The two-story house was built in 1904, with a U-shaped floor plan, for the renowned stonemason Johan Schoeman. In 1907 the house was bought by Nikola Ivkovic, a church supplies merchant. In the 1930s in this house was located the Serbian Merchants Bank.
On the 1745 map of Novi Sad there was a rectangular-shaped house in its place.
The one-story house that stood in its place had sustained extensive damage in the 1849 Uprising bombing, sharing the destiny of most buildings in the city center, and it was reconstructed in the early 1850s. The width of the house wasn’t changed when the new house was built in 1904.
The blueprint of the house by Franz Voruda, was made in May 1903, in Wien, for the owner Johan Schoeman:
The house bears the features of the Historicism style, with a strong influence on the Art Nuova.
In this photo of Dunavska street taken during the great flood of 1876, we can see a one-story house on the same land lot.
In this photo, taken in 1905, just after the house was finished, the facade is clearly visible .
This photo was taken in 1910, judging by the fact that we can see the powerlines, but the laying of the trolley tracks. We can see the shop of Nikola Ivkovic, a church supplies merchant, but just on the left side.
The next photo is an add from 1912, for the church supplies store, owned by Nikola Ivkovic. In the photo we can see that the store is expanded to the entire ground floor.
In this photo, taken in 1992, we can see the façade of the house after the reconstruction in the early 1980s, and in the right the kids store “Mendo”. It is similar to its present-day look.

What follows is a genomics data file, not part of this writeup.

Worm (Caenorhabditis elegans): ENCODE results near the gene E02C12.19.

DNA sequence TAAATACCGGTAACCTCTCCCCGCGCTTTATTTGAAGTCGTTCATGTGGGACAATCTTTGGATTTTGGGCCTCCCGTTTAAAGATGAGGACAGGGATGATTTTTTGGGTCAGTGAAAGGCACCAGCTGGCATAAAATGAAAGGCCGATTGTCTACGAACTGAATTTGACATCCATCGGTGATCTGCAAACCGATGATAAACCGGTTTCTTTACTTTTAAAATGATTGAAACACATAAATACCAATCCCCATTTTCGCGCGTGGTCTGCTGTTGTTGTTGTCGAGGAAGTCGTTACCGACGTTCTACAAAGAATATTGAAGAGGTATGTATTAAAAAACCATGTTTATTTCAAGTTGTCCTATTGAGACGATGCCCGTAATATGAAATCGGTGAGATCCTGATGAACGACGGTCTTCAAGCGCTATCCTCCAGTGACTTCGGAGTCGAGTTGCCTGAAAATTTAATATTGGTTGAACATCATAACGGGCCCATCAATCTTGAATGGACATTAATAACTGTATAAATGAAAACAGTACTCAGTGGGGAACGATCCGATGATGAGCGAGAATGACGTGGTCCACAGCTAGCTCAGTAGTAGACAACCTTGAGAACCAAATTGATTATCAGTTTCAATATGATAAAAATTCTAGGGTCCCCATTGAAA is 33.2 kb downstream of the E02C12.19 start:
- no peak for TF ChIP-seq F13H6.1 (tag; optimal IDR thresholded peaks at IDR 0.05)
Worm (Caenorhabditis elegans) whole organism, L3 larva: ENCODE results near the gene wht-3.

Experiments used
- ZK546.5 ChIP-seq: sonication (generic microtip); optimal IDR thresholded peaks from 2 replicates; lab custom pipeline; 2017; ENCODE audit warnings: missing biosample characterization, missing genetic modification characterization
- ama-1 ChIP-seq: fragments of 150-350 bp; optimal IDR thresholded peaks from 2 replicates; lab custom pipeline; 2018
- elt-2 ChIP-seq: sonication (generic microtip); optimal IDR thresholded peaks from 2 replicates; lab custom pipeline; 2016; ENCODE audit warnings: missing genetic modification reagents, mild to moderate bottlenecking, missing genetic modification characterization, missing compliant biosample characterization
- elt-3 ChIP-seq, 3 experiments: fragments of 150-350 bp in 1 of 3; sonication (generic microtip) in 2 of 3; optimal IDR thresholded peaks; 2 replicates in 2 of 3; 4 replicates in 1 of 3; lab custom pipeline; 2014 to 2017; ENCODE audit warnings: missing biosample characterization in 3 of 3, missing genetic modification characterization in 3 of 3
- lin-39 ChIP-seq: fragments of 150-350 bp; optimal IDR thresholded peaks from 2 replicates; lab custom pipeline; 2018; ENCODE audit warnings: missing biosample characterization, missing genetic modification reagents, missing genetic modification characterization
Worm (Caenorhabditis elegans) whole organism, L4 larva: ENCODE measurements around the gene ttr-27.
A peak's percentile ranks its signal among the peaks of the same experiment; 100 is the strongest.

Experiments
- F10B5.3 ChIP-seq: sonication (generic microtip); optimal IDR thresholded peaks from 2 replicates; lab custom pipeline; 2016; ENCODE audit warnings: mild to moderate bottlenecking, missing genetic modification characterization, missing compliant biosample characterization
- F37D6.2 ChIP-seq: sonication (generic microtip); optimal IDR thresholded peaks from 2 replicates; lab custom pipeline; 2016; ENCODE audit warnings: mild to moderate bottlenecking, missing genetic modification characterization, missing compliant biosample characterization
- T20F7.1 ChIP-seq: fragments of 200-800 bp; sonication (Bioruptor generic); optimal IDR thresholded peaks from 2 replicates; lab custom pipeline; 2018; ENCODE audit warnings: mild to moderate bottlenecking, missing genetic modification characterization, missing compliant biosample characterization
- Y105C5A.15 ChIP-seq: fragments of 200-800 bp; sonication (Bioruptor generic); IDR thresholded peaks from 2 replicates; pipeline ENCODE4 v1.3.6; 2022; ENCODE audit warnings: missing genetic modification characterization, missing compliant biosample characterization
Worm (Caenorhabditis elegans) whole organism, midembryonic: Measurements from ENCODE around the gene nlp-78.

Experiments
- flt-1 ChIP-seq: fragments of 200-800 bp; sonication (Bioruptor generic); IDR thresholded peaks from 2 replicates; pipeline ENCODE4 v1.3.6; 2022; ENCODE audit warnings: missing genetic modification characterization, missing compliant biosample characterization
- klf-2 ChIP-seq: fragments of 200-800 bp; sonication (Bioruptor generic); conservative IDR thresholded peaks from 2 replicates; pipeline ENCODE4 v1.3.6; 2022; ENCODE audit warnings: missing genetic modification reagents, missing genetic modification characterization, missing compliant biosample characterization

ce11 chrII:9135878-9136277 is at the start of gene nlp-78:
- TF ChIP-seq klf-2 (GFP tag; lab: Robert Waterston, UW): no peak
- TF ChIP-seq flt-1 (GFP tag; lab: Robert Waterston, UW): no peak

In this color photo, taken in 1995, the facade hasn’t changed much since 1992.
The house has the original stone staircase, with a massive Toscany-style pillar, eclectic wrought-iron railing.
The house has two yard wings. The courtyard facade’s most prominent feature is the communication balcony, that connects all three courtyard facades, with decorative stone consoles and a wrought-iron railing.
The street wing of the house has a double-slope roof, while the short yard wings have a single-slope roof, covered with crown-tiles. The central mansard part of the street slope of the roof is covered with etherit tiles.
The realisation of this site was supported by the Administration for Culture of the City of Novi Sad
Sources and materials of the Institute for Protection of Cultural Monuments of the City of Novi Sad were used for this site
THE NOVI SAD OLD TOWN was declared a cultural property by the decision for determining spatial cultural-historical unit – 05 No 633-151/2008 of 17th January 2008, “Official Gazette of Republic of Serbia” No 07/2008.